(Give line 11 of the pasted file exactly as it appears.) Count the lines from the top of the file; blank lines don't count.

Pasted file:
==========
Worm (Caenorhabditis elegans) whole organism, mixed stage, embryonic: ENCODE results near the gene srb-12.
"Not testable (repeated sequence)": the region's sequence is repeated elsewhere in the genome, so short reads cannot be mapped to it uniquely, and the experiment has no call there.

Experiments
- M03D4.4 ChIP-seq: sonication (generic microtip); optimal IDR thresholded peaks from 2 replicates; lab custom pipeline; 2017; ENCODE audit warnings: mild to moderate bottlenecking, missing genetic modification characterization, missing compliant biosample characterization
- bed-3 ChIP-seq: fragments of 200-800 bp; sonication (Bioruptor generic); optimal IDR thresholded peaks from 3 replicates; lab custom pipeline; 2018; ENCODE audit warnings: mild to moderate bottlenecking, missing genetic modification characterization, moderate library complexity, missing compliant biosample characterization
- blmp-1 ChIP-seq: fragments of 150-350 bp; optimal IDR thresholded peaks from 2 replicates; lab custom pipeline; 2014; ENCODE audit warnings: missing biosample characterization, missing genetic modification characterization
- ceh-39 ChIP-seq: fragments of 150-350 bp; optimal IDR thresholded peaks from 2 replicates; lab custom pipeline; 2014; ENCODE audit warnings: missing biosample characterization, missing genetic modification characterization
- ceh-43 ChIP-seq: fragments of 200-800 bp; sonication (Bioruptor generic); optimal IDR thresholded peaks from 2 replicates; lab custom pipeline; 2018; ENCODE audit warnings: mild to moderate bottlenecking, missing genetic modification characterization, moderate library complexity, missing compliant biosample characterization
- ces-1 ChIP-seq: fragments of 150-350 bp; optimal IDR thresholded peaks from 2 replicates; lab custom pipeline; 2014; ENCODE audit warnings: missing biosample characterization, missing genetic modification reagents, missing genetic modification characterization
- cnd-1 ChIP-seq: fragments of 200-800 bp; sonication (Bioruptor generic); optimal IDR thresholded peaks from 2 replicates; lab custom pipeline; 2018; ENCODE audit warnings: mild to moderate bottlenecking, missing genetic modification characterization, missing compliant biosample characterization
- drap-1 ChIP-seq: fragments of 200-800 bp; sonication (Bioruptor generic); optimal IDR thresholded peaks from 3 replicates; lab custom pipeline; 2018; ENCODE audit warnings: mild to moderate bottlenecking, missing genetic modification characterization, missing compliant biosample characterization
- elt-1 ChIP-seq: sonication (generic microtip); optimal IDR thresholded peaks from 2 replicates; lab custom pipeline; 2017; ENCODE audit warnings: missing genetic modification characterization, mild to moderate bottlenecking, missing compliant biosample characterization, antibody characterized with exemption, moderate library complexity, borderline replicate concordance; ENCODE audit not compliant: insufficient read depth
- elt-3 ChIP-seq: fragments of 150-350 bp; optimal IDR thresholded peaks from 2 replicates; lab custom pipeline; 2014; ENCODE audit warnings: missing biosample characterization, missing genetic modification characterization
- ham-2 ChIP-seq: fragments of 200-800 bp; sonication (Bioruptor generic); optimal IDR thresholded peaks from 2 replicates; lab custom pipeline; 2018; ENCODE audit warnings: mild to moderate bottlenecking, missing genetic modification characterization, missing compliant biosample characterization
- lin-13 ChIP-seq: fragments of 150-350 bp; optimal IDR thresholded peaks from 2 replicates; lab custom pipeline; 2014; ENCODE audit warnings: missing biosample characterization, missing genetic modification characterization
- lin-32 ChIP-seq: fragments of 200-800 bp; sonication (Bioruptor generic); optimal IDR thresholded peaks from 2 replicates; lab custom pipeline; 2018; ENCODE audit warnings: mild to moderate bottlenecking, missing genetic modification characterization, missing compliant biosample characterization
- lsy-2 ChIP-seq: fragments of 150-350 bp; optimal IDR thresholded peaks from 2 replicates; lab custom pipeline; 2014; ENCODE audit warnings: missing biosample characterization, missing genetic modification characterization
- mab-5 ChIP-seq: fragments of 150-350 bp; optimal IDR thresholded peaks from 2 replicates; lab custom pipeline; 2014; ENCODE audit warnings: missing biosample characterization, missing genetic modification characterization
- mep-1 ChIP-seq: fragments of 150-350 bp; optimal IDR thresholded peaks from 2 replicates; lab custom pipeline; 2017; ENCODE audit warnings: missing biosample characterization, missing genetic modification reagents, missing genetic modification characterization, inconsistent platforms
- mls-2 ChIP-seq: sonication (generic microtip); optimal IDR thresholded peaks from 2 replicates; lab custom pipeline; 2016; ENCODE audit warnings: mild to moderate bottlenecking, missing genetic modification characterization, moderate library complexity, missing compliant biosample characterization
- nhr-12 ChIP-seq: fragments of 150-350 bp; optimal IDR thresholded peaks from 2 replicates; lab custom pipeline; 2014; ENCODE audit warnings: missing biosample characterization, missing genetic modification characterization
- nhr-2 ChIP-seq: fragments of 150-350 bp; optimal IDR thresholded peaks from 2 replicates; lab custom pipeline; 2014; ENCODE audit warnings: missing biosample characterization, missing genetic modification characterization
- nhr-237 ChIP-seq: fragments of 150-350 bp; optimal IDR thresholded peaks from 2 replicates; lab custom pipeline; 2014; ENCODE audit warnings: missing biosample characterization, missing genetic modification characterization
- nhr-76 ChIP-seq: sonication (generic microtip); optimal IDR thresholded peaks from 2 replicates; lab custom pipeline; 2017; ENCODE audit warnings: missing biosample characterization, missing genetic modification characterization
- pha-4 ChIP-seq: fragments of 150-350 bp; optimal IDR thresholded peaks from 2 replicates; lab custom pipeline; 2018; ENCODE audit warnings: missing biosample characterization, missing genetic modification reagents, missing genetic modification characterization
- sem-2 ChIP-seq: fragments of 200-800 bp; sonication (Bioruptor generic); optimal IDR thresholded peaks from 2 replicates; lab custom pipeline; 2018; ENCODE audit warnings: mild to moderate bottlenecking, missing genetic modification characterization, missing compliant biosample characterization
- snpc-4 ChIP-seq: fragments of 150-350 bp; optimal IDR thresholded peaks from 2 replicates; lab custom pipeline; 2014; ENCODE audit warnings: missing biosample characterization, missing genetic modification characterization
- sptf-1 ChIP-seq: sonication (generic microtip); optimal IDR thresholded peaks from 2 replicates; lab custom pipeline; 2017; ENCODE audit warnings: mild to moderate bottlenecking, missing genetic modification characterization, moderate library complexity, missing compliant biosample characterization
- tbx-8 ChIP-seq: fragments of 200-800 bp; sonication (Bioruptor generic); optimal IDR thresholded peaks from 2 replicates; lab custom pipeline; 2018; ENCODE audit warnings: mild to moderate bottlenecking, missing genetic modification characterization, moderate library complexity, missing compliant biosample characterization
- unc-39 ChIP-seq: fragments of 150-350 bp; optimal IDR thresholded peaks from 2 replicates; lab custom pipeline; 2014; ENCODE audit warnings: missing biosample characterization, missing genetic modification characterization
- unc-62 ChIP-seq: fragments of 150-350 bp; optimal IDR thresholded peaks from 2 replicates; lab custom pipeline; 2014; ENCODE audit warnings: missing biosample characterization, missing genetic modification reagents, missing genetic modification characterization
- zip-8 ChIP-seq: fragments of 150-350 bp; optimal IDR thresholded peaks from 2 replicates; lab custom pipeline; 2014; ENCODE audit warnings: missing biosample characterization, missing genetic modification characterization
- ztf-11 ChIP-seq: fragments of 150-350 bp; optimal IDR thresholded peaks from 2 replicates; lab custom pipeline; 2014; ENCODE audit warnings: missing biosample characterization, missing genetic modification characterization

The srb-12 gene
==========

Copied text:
- drap-1 ChIP-seq: fragments of 200-800 bp; sonication (Bioruptor generic); optimal IDR thresholded peaks from 3 replicates; lab custom pipeline; 2018; ENCODE audit warnings: mild to moderate bottlenecking, missing genetic modification characterization, missing compliant biosample characterization